Motivation to serve as a ESEE board member:
I have been doing research in ecological economics for almost a decade and truly believe that ecological economics could be a game changing direction in economics. In the last decades, despite the plurality of the field, solid theoretical foundations have been laid by many ecological economists that I think highly of. However, in order to nudge a real paradigm shift, the research community would have to become more visible to policy-makers as well as citizens. Having worked 15 years with EU policy-making, I might be of help to the community if it decides to be more active in that field. I am also certain that in order to connect to citizens and reach critical mass in initiating social change, we need to provide credible, yet positive alternative visions and narratives in a non-scientific language. As Board member I would like to contribute to such potential future endeavors if ESEE happens to opt to move towards such directions.

Dan O’Neill

School of Earth and Environment
University of Leeds
Leeds, UK

Short Bio:
I am an Associate Professor in Ecological Economics at the University of Leeds, where I lead the Economics and Policy for Sustainability Research Group. My research focuses on the changes that would be needed to achieve a sustainable economy within planetary boundaries, and the relationships between resource use and human well-being. I am co-author (with Rob Dietz) of the book Enough Is Enough: Building a Sustainable Economy in a World of Finite Resources, which has been made into a short documentary film. In recent work, my colleagues and I assessed the environmental and social performance of over 150 countries with respect to the requirements for a ‘good life’, and the constraints imposed by planetary boundaries. Our research was published in Nature Sustainability, and the results for all countries are available on our interactive website. In 2015, I created an MSc Ecological Economics degree at the University of Leeds — one of only a handful of ecological economics programmes in the world. Earlier this year, I also led the writing of an open letter signed by over 230 scientists from across Europe, calling for European nations to prioritise human well-being and ecological sustainability over economic growth.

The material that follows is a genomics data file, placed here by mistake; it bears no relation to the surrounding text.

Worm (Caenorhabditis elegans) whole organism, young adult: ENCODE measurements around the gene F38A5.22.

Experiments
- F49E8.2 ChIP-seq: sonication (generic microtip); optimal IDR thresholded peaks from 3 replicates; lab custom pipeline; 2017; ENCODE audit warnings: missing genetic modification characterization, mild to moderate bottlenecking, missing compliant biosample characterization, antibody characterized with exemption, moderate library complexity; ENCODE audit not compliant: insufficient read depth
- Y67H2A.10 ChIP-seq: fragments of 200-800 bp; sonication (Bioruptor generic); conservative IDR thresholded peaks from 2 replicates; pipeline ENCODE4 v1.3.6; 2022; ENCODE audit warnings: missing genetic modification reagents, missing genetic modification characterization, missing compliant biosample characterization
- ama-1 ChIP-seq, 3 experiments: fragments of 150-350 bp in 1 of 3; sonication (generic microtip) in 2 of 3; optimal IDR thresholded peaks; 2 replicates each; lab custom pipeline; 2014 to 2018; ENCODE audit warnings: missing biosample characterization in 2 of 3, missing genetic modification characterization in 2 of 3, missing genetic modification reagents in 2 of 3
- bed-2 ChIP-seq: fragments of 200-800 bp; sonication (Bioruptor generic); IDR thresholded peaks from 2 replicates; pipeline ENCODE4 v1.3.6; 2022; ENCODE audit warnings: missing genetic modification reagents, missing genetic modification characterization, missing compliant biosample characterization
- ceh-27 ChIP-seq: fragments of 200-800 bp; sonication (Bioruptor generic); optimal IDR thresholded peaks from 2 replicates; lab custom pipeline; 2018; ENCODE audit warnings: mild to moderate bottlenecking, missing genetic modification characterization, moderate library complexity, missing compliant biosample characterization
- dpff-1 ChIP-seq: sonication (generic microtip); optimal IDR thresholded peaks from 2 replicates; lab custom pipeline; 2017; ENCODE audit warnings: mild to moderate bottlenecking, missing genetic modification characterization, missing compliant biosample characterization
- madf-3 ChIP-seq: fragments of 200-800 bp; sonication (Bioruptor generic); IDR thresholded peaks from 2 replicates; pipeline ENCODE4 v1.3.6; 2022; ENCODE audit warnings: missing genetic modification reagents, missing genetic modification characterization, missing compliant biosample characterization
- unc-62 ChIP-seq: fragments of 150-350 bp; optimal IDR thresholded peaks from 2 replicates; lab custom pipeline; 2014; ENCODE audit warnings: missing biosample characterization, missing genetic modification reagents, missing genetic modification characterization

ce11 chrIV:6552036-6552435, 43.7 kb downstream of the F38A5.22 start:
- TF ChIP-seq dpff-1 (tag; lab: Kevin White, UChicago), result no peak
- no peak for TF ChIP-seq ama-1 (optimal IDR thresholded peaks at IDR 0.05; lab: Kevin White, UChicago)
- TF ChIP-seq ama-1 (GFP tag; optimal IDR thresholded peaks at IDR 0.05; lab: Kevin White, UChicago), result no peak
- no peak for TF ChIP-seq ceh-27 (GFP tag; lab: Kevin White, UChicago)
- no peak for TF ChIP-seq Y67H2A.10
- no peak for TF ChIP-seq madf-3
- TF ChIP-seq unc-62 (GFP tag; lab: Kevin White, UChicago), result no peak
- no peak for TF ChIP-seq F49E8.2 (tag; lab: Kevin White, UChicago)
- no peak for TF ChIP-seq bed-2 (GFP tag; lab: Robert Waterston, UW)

For more information on my work, please visit my website.

Motivation to serve as a ESEE board member:
I have been a member of the ecological economics community for over 15 years, and an elected member of the ESEE Board since 2015 (when I also co-organised the Leeds conference). If elected for a second term, I would like to build stronger connections between ecological economists and other communities, and encourage greater scholar activism to help drive change towards a more sustainable society. I am particularly interested in helping to put forward an ecological economics policy agenda, building on work I have done with politicians and policy makers across Europe.

Anke Schaffartzik

Institute of Environmental Science and Technology (ICTA), Universitat Autònoma de Barcelona, Spain
Institute of Social Ecology (SEC), University of Natural Resources and Life Sciences, Vienna, Austria

Short Bio:
My research focuses on the interplay between societal organization and resource use across levels of scale. I am particularly invested in collaboratively analysing and interpreting quantitative resource use data. My work currently centres on international inequality in resource use and labour and its implications for socio-ecological transitions, including the social and environmental impacts of (economic) growth. I hold a PhD in Social Ecology from Alpen-Adria University, Austria, for research on the socio-metabolic patterns in international trade. I am a postdoctoral research fellow in the María de Maeztu Unit of Excellence at the Institute of Environmental Science and Technology (ICTA-UAB), Spain and a senior researcher at the Institute of Social Ecology (SEC), Austria.

For more information please visit:

Motivation to serve as a ESEE board member:
Ecological economics must provide analytical counter-approaches to the ‘mainstream’ economics arguments for socially and environmentally destructive institutions and policies. I would like to join the ESEE board to facilitate the collaborative work on a strong, consolidated research agenda for ecological economics with unified overarching aims and a diversity of strategic perspectives, seeking cooperation with other regional societies and alliance with other research fields, political ecology in particular. I will support the work of the ESEE board in order to strengthen our academic society and the ecological economics research it conducts.